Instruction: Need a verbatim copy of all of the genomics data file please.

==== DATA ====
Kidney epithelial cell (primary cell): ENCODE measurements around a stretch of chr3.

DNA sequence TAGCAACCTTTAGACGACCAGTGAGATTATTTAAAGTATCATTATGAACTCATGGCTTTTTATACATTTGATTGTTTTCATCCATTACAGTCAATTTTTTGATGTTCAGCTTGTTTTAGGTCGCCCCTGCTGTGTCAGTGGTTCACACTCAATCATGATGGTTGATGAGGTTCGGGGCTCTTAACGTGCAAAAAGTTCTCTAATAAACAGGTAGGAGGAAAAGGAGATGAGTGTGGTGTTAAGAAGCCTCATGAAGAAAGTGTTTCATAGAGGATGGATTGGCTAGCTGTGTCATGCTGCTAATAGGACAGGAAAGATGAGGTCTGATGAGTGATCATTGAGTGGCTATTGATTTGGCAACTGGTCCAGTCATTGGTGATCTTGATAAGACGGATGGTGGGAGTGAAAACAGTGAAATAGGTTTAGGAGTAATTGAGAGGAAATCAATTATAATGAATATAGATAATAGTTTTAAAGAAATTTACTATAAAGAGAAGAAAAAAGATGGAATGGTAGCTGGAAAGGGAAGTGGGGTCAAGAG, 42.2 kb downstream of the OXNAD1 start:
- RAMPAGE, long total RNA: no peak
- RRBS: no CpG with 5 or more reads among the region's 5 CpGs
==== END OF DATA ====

Kidney epithelial cell (primary cell): ENCODE measurements around a stretch of chr3.

DNA sequence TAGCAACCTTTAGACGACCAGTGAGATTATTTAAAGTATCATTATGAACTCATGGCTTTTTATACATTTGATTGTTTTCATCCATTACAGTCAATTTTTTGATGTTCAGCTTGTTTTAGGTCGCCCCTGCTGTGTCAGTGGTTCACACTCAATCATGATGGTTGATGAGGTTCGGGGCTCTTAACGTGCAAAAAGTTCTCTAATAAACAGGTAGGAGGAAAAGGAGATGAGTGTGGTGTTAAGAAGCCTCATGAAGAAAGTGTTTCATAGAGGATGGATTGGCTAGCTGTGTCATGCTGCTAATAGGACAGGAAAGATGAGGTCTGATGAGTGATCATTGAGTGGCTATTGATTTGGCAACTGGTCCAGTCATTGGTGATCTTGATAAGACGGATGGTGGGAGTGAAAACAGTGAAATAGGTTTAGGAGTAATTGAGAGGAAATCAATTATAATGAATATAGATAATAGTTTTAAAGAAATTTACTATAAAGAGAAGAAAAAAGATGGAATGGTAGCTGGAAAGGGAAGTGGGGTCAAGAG, 42.2 kb downstream of the OXNAD1 start:
- RAMPAGE, long total RNA: no peak
- RRBS: no CpG with 5 or more reads among the region's 5 CpGs